Kirsty Paterson talks to two men who fought to have their condition recognised and to help those yet to be diagnosed

Ian McLeod and his wife Christine had to fight for a diagnosis of PSPIan McLeod and his wife Christine had to fight for a diagnosis of PSP
Ian McLeod and his wife Christine had to fight for a diagnosis of PSP
The first thing they noticed was a fall. It happened without warning; there was nothing to trip over, no dizziness or fainting '“ just a sudden loss of balance and a backwards fall, hard enough to hit the wall and leave a mark. Hard enough to hurt.

When it happened a second time, Ian McLeod and his wife Christine knew there was something wrong.

The question was: what?

It took them two long years to find an answer; two years battling for a diagnosis, feeling that doctors were not listening or dismissing what they had to say.

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Christine said: “We noticed Ian’s voice was getting quieter, as if the sound wasn’t getting out.

“Then, in between two appointments with a specialist consultant, Ian lost the power of speech.”

When the diagnosis finally came, it was devastating.

Ian was told he had a rare, degenerative brain disease called Progressive Supranuclear Palsy – PSP.

At last, they had a diagnosis – along with the knowledge that there was no treatment or cure.

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It causes the nerve endings in the brain to degenerate, leading to problems with balance, movement, vision, speech and the ability to swallow.

“You lose everything, apart from your brain,” said Christine.

Ian was also told his life expectancy was around seven years after the symptoms first appear. That was seven years ago.

As we talk, we’re sitting in Ian’s house in Cumbernauld.

He’s typing, slowly and carefully on to the iPad that is now the only way he can communicate. The words on the screen said: “I should be dead by now, Kirsty.”

“But you’re a fighter, Ian,” I replied.

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There’s no doubt the words are true but they feel empty and meaningless.

For years, Ian was the manager of Glasgow’s busy Park Bar, where Highlanders gather. Born in Lewis but having lived for many years in Cumbernauld, Ian – or Sgadan as he is known to many – was the centre of every social gathering.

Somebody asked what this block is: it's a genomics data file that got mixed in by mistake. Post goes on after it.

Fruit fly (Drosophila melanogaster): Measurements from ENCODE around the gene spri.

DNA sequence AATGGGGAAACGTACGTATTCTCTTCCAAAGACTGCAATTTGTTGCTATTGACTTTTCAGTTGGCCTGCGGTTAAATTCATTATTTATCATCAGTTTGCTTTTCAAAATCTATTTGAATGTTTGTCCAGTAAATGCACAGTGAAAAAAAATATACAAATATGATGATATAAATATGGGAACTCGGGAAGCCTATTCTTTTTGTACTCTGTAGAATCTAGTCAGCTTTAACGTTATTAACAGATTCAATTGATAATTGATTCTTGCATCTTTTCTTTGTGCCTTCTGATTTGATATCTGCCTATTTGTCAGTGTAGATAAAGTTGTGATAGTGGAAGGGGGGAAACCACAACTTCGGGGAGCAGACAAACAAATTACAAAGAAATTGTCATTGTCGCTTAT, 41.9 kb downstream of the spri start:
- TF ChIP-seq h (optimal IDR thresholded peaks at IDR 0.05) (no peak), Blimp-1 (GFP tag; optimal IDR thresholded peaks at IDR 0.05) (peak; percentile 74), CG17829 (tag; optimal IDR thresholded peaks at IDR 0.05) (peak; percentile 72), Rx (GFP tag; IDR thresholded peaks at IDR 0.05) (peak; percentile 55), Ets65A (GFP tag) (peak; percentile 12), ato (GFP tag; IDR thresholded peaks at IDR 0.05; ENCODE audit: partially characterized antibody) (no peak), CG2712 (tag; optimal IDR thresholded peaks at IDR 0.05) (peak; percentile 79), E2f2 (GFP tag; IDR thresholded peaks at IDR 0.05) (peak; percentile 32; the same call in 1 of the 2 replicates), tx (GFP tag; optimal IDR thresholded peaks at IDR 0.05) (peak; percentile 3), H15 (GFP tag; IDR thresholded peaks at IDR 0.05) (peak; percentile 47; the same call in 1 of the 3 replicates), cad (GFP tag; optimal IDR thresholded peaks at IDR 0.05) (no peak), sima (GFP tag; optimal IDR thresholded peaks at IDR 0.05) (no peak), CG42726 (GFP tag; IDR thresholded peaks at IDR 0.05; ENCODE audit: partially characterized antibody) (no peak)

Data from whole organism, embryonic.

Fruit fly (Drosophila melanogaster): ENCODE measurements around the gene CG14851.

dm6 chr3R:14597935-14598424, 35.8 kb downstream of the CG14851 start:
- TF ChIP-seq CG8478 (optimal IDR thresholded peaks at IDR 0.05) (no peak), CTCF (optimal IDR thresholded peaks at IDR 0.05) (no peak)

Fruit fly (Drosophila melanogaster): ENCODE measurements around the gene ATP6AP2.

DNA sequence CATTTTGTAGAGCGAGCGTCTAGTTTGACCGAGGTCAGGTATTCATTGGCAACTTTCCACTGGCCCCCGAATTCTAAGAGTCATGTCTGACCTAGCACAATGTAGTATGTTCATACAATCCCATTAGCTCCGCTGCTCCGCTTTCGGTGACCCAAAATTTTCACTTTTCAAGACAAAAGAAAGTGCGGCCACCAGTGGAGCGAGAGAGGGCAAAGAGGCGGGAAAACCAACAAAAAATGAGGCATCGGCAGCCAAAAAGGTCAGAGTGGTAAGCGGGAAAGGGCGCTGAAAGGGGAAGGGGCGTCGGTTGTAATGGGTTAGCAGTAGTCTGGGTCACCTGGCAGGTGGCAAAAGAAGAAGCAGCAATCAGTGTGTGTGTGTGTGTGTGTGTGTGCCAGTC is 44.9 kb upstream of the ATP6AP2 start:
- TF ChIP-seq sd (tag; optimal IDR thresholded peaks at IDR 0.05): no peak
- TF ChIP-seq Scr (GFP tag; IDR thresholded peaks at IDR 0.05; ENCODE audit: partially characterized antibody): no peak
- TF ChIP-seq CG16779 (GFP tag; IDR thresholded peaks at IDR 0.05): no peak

Over the years, he helped to raise thousands of pounds for charities – and when he asked for help, his friends did not let him down.

When Ian began attending a Parkinson’s self-help group in Airdrie, he quickly set up a sponsored hill climb to raise funds.

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It was the biggest single fundraiser the group had ever had and helped to purchase a new therapy table for massages.

Last year, his friends back on Lewis organised a fundraising dance for the charity PSPA, which campaigns to raise awareness of the condition and funds research.

The evening brought weather that could hardly have been worse, with howling winds and heavy rain – but it still raised more than £5000.

The money is vital but just as important is raising awareness of a condition that is often misdiagnosed and under-reported.

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Unfortunately, it’s easy to see why even experienced medics are baffled.

Keith Swankie, from Arbroath, was diagnosed in April 2012 after his GP attended a conference where a speaker talked about PSP and his doctor recognised his patient’s strange symptoms.

However, Keith’s symptoms are very different to Ian’s. Keith’s speech remains clear and he is able to chat on the phone. And while Ian remains able to walk, Keith has to use a wheelchair to get out and about and is now blind.

“The lack of awareness is incredible,” he said.

“Once when I got taken into hospital I told the paramedics I had PSP and they had never heard of it.

“Then, the consultant had to Google it!

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“But PSP presents in different ways and it is very rare, so it is difficult to diagnose. One poor guy, who has since died, was actually sectioned because they thought it was a mental health issue. That was pretty harrowing to hear.”

Such a lack of knowledge left Keith determined to raise awareness and he agreed to appear in a YouTube film for PSPA.

He also pressed for an event in the Scottish Parliament, which led directly to funding for a Scottish research centre.

While PSP cannot be treated, therapies can help so early diagnosis is vital.

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It would also allow people who are diagnosed in future to come to terms with their illness, rather than first having to fight to find out what is wrong.

In addition, Keith helped set up a PSP support group in Dundee, which serves the central belt and Fife as well as Tayside. There is also a group in Aberdeen.

Ian and Christine go by bus to meetings. It takes a full day but they believe it’s worth it.

“You meet people you can relate to and who know what you’re talking about,” said Christine.

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Keith is now taking a back seat from the group as he has his own health to think of.

Ian, too, said he had made his contribution to fundraising.

And sadly, their huge efforts won’t benefit them.

However, Keith added: “We don’t want anyone else to have to go on this journey.”

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